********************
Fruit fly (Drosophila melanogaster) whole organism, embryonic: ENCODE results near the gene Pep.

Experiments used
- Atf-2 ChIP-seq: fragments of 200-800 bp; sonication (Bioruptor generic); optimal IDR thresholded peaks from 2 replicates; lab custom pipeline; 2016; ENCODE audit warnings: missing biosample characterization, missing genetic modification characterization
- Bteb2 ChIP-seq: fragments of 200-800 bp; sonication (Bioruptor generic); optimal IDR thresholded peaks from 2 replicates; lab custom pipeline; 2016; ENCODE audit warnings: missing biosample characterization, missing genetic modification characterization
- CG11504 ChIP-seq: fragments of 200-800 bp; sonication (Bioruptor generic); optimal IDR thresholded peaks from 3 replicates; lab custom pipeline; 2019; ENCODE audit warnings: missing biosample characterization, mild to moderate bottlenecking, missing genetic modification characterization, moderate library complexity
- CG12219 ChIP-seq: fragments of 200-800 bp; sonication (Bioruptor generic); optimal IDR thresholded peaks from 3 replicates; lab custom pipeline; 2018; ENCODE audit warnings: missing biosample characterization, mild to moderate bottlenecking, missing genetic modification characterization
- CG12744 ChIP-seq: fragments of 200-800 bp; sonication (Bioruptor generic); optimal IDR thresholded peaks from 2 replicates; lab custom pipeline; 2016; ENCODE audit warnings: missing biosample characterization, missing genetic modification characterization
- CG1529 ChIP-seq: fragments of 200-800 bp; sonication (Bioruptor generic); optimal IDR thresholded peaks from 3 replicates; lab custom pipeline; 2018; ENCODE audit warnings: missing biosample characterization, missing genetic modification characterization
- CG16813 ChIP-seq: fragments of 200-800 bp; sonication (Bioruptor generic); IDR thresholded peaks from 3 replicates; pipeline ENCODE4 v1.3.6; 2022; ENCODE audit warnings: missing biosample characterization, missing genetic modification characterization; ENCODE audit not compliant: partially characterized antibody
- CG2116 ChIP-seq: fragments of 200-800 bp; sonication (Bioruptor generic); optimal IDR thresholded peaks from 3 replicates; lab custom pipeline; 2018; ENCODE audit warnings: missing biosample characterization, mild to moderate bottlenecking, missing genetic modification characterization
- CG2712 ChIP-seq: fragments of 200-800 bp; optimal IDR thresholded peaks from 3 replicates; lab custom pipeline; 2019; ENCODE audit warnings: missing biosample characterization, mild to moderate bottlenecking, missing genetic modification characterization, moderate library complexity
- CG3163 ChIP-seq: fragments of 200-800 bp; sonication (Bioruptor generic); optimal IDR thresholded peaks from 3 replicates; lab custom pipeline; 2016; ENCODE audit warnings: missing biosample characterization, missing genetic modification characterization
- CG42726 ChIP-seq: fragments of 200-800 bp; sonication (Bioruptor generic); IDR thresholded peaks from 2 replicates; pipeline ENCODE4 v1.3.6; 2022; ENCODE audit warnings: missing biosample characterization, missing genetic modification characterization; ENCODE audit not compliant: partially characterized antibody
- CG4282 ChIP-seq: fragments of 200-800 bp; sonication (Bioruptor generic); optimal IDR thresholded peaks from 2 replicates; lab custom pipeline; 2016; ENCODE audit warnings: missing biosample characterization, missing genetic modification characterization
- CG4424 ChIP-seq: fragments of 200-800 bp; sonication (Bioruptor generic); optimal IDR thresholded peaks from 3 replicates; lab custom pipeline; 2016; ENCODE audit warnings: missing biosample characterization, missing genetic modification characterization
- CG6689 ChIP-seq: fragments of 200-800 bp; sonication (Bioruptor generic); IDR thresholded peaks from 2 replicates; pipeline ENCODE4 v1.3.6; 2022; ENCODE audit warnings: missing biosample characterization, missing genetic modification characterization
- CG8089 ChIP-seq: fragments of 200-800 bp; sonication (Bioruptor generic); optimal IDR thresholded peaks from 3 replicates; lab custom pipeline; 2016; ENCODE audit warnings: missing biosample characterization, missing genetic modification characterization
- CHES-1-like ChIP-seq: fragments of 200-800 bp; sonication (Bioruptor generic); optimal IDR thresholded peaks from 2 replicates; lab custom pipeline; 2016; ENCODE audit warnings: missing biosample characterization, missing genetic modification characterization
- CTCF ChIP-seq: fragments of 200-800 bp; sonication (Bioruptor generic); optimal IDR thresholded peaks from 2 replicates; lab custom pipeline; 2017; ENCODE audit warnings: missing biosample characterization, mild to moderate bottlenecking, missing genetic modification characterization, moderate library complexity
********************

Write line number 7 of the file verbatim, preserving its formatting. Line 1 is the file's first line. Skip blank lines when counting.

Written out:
- CG12744 ChIP-seq: fragments of 200-800 bp; sonication (Bioruptor generic); optimal IDR thresholded peaks from 2 replicates; lab custom pipeline; 2016; ENCODE audit warnings: missing biosample characterization, missing genetic modification characterization